Producer trying to make a local rock music scene
Appeal Staff Writer
What is the “Carson City” sound?
A mélange of world-class fiddling, symphony music and the comfortable strum of the cozy local coffee-house circuit? Maybe, but as far as rock ‘n’ roll goes, there’s nothing exactly setting siege to the city.
Without a warm body to dissect, a rock radio station or any real standard-bearer of sonic tradition, anything from “casino pop,” “lite-beer karaoke” or even the sound of relentless hammering emanating from home construction all seem to be valid, albeit not very satisfying answers.
Troy White, owner of Cornerstone Music, wants to change all of that. The veteran rock producer, who has worked with acts ranging from Velvet Revolver to Reba, is determined to build a local music scene. And he’s got plenty of infrastructure in place – 96-track recording capability, quality public address equipment, professional rock lighting and an indoor stage to show off local talent – a virtual triage for up-and-coming musicians.
And he’s bringing it all to Saturday’s all-ages “Battle of the Bands” at the Upstage Center, hoping to spark Carson City music into a bolt of lightning with a shape – something to put the state’s capital on the musical map. Something to work with.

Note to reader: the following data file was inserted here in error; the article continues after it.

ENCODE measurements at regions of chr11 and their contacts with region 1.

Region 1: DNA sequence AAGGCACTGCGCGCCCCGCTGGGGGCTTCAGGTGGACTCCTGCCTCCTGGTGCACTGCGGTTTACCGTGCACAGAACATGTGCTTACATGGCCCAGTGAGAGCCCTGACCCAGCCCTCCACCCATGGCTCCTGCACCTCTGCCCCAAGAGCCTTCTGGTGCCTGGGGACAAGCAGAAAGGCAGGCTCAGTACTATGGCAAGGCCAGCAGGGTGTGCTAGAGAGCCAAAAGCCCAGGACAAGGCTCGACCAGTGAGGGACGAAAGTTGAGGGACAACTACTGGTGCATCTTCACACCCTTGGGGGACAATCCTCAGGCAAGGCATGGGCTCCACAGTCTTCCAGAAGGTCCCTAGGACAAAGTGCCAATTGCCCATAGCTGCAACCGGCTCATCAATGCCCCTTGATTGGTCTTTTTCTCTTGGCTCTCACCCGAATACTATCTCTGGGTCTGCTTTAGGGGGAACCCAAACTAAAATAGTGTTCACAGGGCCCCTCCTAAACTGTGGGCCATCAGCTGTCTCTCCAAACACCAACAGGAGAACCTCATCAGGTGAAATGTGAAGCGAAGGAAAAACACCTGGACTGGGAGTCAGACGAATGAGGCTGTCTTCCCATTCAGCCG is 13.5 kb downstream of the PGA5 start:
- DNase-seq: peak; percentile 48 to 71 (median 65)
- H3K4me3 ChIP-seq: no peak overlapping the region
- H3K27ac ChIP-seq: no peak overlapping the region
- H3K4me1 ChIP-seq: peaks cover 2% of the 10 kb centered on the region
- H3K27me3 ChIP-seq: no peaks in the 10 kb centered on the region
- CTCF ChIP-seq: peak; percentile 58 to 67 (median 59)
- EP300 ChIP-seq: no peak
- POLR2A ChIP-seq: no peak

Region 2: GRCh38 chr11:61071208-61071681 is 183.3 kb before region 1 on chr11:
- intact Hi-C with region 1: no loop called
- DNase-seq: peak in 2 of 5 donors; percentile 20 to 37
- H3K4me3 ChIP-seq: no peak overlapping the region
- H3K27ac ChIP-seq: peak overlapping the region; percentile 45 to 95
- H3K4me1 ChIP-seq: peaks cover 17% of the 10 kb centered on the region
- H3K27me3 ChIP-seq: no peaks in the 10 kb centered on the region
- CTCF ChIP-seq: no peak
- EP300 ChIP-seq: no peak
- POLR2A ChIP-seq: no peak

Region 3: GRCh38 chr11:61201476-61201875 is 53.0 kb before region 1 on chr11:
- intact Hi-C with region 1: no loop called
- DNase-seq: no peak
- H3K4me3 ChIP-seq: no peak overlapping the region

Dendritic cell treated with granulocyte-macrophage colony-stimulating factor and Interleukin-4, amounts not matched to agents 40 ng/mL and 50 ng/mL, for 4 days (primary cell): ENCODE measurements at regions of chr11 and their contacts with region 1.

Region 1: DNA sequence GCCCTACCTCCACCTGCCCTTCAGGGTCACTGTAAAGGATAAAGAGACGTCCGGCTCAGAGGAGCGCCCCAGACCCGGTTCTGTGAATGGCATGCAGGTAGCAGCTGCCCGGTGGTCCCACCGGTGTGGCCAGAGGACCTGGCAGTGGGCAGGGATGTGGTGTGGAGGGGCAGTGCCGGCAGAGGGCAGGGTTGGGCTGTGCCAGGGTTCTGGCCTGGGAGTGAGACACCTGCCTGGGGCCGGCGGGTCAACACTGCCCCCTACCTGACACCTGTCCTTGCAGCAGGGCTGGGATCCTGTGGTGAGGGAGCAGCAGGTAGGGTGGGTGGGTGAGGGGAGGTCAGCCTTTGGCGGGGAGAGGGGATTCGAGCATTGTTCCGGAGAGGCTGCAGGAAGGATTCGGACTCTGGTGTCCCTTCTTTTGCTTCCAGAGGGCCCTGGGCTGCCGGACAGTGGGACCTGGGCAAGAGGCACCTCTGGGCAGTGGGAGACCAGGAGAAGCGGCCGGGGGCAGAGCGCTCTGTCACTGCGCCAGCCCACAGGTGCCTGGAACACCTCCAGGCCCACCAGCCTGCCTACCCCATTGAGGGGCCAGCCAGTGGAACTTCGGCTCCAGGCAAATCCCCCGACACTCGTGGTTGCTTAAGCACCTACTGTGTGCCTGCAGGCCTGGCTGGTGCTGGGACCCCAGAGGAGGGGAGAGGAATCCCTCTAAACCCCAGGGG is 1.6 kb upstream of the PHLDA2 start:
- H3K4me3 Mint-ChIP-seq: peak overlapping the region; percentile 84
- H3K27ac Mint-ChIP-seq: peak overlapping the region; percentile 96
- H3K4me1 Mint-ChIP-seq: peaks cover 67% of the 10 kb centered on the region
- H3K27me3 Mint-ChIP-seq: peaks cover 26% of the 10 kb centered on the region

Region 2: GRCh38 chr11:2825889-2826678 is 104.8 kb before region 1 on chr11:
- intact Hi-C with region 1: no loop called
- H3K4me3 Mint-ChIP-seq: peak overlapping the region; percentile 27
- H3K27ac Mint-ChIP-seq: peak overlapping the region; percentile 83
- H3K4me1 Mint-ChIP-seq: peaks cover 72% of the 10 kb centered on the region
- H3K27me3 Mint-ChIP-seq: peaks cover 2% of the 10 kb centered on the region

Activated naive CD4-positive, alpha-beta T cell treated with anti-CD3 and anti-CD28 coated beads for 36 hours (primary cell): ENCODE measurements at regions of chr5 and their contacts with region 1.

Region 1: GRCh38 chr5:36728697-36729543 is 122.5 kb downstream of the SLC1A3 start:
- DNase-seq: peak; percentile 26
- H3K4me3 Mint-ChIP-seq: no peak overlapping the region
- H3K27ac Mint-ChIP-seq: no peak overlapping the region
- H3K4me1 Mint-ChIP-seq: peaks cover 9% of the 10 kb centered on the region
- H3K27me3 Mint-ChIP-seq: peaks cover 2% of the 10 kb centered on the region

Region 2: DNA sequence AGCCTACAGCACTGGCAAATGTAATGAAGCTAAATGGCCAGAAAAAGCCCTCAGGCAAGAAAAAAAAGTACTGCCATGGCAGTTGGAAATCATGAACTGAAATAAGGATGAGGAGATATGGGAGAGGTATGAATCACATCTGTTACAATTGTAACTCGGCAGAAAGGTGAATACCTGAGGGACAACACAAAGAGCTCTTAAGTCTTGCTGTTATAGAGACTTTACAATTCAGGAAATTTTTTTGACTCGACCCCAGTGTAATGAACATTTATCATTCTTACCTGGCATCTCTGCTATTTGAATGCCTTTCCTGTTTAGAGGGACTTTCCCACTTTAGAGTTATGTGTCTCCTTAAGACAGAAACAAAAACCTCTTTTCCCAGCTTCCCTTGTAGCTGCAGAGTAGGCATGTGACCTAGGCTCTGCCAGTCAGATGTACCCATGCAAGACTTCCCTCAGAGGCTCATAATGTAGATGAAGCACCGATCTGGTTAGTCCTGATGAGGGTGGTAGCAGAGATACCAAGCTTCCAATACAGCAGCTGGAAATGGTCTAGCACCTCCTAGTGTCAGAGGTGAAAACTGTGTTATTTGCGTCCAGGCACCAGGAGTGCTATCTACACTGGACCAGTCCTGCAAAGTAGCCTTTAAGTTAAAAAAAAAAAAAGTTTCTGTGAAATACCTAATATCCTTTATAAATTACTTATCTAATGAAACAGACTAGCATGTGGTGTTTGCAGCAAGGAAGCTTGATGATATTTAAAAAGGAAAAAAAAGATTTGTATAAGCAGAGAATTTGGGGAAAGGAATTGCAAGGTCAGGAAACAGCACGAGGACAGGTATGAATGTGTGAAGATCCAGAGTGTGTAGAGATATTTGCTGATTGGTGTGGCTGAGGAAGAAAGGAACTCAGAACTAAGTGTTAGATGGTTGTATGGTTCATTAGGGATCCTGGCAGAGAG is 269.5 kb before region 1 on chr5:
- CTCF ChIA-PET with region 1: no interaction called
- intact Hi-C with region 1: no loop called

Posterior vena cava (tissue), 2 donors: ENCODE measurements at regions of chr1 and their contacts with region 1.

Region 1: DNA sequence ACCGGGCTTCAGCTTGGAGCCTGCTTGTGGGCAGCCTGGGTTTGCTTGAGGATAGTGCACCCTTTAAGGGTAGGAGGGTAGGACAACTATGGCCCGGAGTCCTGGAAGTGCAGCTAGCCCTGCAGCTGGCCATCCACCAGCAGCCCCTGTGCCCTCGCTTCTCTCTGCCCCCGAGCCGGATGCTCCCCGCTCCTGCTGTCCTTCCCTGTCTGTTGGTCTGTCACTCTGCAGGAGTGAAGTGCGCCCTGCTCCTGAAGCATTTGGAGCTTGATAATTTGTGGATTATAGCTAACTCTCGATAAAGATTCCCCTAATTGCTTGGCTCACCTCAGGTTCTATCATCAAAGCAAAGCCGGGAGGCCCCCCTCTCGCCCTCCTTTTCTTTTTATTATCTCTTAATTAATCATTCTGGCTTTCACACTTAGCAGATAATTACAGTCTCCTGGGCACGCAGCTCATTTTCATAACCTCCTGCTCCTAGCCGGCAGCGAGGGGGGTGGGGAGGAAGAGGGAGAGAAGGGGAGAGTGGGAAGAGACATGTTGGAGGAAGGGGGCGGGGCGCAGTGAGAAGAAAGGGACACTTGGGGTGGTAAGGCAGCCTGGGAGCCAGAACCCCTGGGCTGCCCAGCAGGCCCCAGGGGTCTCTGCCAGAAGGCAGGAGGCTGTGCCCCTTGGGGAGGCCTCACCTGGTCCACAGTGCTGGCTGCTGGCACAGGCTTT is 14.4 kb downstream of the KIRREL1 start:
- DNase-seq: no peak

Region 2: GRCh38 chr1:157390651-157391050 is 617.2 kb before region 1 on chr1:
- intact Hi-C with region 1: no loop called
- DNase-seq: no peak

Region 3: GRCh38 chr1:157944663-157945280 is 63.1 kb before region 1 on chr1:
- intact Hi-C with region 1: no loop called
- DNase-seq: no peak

“I’m not playing around,” he says. “This is a going to be a big-time show,” says White. “The coolest in the valley, and that’s counting Reno,” he says, promising the show will be more “show” and less “high-school assembly.”
White figures there’s a lode of untapped local talent to be mined.
White says he’s filling a void left open by the casinos. “They can bring in a big-name band at cost and make up the money from gamblers. But not everybody is 21,” he says. “The kids have no place to go.”
White’s intention is to create a regular local music showcase, a drug and alcohol-free environment that parents should feel comfortable sending their kids to. “We’ve got plenty of security,” he says. “We want to let the kids rock out and have a good time.”
Ten bands will compete in Friday’s contest.
White insists it will be an absolute high-quality show. To that end, he’s attracted the faith of sponsors from McDonald’s to Allstate Insurance.
Between bands, White says, a huge screen will show excerpts from the movie “School of Rock.”
Planning for the event started in April.
This event will double as a one-year anniversary of Cornerstone Music.
“We’ve grown so much in that year,” he says. “Yet another sign of a music scene ready to launch.”
“With a little hard work and a little love,” says White, “Carson City could blow up and be the next big thing.”
The forum holds about 300 people and offers elevated seating behind a stage-side mosh pit.
“It’s going to be family-oriented,” he said. “The music may get loud and hard-core, but it will be hard-core with integrity.”
n Contact reporter Peter Thompson at email@example.com or 881-1215.